India-China Face-Off: PLA Readies High-Altitude Rocket Facility; Indian Army Sets MRO Unit At Dizzying Heights

There was a time when India hesitated to construct roads along the China border, fearing the People’s Liberation Army would use them to mount attacks on India. Fast-forward to 2024, and the Indian Army is setting up tank repair sights at dizzying heights to shorten deployment time as Beijing accelerates infrastructure close to the border.

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India-China ties have bottomed out in the past four years. This has seen both sides launch infrastructure building on their respective sides of the border. Most recently, India has constructed facilities at the frigid heights of the Himalayas to service its tanks deployed in the Ladakh sector.

This comes as news broke about China constructing a road through Shaksgam Valley that could threaten India’s position in Siachen Glacier, known as the highest battleground in the world.

The Indian Army has set up two tank repair facilities in Ladakh close to the Line of Actual Control (LAC) along China. Both units are two of the highest tank repair facilities.

The two facilities are located in the north and east of Ladakh. The one in the north at Daulat Beg Oldie (DBO) is closer to the Shaksgam Valley, where China’s infrastructure construction has caused consternation in New Delhi.

The Shaksgam Valley, the 5180 square kilometers of Indian territory, was illegally ceded by Pakistan to China in 1963. The road is China’s attempt to link the Karakoram Highway to the Upper Shaksgam Valley, bordering Siachen Glacier. The completion of the road will mean that the Indian Army’s positions on the Siachen Glacier will have Pakistan forces in the South and the Chinese forces in the North breathing under its neck.

“To help sustain the armored vehicle operations in the region, we have set up these Medium Maintenance (Reset) Facilities at Nyoma and near KM-148 on the DS-DBO Road in the DBO sector. These are the two main areas where tank and ICV (Infantry Combat Vehicle) operations are focussed in the eastern Ladakh sector,” the Army officials told ANI.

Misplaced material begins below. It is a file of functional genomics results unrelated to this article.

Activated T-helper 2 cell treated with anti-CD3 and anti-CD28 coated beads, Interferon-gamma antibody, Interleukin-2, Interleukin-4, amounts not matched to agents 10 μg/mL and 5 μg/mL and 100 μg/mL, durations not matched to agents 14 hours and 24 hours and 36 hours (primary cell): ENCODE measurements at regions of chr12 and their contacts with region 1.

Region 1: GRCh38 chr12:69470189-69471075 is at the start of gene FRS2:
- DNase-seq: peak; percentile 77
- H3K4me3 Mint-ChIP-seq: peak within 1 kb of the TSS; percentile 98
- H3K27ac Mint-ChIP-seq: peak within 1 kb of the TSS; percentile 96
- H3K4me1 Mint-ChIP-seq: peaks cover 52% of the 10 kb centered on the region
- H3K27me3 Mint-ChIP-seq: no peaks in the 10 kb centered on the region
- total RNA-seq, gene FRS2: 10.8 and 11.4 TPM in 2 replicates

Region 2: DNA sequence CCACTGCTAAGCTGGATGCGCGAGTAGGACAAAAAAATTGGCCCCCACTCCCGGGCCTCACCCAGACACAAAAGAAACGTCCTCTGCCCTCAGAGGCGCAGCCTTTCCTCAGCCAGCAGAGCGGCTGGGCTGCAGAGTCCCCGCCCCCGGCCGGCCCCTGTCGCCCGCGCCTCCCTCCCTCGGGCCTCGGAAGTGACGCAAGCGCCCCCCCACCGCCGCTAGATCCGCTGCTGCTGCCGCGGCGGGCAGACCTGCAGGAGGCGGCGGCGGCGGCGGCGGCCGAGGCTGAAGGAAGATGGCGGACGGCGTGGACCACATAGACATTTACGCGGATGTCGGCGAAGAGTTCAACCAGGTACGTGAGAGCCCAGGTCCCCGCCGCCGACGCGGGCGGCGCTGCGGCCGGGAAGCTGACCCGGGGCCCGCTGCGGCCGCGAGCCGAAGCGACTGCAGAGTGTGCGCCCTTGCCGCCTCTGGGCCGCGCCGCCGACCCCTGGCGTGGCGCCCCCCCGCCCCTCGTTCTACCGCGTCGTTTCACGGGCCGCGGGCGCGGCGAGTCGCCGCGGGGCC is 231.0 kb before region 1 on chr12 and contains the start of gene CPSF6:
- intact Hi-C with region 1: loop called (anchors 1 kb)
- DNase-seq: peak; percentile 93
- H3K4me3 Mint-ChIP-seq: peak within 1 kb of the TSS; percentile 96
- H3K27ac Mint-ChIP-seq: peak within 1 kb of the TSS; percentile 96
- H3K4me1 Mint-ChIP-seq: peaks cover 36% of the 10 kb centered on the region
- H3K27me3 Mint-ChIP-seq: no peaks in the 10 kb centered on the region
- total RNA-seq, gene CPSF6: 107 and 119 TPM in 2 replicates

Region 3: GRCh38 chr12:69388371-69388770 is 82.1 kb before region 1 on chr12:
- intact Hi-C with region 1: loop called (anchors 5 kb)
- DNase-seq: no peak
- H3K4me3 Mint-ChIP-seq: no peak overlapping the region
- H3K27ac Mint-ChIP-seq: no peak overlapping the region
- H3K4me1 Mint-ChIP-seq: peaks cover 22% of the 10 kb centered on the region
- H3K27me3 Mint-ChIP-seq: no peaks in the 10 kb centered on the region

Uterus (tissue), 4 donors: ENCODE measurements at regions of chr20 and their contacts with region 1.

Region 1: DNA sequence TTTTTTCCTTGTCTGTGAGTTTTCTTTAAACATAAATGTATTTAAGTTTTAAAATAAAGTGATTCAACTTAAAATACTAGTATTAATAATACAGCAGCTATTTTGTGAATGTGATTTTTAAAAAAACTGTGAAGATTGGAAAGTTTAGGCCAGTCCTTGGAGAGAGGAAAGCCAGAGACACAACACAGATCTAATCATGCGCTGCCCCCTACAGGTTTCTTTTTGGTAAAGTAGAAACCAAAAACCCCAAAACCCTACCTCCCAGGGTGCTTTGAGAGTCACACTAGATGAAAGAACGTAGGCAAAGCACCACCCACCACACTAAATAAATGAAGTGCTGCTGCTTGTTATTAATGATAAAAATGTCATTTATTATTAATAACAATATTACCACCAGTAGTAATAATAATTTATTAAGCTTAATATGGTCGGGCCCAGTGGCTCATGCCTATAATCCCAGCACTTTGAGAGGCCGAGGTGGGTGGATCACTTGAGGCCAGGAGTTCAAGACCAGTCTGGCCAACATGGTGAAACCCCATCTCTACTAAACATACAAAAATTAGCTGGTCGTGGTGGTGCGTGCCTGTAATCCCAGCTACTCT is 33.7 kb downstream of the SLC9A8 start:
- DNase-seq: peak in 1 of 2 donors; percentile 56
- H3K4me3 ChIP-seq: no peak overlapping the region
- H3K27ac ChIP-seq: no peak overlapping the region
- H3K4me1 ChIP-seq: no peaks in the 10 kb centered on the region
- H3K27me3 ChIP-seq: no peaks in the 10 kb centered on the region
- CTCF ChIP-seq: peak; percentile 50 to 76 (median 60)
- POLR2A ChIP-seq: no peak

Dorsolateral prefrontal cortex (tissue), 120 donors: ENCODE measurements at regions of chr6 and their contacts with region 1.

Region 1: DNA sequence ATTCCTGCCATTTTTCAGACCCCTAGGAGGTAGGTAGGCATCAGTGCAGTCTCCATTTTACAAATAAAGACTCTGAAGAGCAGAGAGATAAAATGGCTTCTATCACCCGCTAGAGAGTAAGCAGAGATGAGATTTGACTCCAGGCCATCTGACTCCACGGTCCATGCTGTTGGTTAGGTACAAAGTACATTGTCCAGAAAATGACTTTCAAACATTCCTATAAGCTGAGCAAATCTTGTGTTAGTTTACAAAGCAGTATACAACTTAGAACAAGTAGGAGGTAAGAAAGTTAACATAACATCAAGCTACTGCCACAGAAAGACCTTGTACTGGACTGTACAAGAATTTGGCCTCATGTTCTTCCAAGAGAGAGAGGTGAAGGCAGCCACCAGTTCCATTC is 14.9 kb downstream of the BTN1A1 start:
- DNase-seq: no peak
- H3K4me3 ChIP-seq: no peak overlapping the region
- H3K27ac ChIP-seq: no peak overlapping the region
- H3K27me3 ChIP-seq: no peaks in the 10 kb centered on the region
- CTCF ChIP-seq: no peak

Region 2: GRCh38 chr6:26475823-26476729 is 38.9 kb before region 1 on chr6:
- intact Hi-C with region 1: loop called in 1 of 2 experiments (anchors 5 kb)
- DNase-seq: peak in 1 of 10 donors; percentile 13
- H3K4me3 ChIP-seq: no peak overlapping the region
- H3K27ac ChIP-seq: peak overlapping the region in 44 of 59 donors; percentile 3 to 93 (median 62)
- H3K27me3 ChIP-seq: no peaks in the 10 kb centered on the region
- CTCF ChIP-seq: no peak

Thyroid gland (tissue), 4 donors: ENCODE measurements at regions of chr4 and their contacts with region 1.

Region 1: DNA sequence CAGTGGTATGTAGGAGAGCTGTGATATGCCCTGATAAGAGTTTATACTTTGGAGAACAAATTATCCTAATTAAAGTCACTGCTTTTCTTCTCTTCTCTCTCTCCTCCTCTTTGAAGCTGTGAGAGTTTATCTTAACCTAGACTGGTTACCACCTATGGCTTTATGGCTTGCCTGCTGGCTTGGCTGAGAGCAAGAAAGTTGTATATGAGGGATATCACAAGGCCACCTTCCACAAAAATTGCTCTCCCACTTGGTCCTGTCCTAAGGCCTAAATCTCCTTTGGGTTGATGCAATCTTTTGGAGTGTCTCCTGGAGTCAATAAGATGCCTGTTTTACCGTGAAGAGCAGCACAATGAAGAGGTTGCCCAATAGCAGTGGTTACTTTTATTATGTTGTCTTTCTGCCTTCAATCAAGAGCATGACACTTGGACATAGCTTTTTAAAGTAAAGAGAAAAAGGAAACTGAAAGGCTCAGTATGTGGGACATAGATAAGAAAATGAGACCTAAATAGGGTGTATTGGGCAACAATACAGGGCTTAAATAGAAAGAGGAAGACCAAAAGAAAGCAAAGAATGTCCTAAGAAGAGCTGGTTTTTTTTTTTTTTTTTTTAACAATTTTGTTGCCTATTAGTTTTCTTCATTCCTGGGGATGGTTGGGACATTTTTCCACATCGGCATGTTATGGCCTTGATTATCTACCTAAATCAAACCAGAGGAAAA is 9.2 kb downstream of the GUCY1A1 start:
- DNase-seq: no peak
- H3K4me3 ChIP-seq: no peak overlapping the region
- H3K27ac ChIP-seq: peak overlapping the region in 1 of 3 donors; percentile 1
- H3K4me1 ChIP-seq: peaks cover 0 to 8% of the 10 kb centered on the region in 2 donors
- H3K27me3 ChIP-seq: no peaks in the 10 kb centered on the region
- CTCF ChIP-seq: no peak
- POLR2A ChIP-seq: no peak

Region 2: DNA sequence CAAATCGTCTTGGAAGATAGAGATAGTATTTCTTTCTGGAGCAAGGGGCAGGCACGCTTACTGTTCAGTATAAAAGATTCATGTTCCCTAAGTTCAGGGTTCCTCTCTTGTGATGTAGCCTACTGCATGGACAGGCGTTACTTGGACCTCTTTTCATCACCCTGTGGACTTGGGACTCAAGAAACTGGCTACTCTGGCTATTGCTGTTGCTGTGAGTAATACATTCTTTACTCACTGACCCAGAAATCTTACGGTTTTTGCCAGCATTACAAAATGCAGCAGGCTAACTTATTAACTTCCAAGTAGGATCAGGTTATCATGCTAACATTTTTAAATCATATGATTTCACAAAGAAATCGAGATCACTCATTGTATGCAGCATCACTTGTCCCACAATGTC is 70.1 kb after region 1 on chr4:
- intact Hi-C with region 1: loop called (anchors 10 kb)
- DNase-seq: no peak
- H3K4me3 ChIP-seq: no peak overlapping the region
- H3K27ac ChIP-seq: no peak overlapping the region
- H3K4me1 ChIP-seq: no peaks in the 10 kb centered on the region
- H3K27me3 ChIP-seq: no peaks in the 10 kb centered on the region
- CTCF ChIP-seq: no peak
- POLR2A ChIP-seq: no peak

India has stationed over 500 tanks and infantry combat vehicles in eastern Ladakh along the Line of Actual Control (LAC). These armored fighting vehicles include T-90 tanks, T-72 tanks, and BMP-2 ICVs.

The T-90 is the main battle tank that India has deployed in the region. It is known for its firepower, mobility, and protection. The T-72 is another main battle tank used by the Indian Army. It provides reliable performance and has been in service for several decades.

The BMP-2 ICVs are tracked armored vehicles designed to transport infantry and provide fire support. They are equipped with a 30mm autocannon and anti-tank guided missiles.

Additionally, Indian-made Quick Reaction Fighting Vehicles (QRFVs) have been deployed in eastern Ladakh. These QRFVs enhance the Indian Army’s mobility and response time.

The armored vehicles operate in extreme environmental conditions. The mercury dips to -40 degrees Celsius, and low oxygen conditions impact the performance of tanks, such as their firing systems, hydraulics, and engines.

The repair workshops will ensure rapid maintenance of tanks at high altitudes to allow the continuation of forward deployments. Tanks are airlifted to forward areas in heavy transport carriers like C-17, C-130, and Il-76.

Recently, Chief of Army Staff General Manoj Pande visited forward areas along the LAC in Ladakh to review troops’ operational preparedness. He also visited the Medium Maintenance (Reset) Facility for Armoured Fighting Vehicles (AFV), established at a high-altitude area in Ladakh.

The Indian Army called it a unique maintenance facility that promotes enhanced serviceability and mission reliability of AFVs and keeps the combat fleet operationally ready even in rugged terrain and challenging weather.

The Strategic Importance Of DBO & Nyoma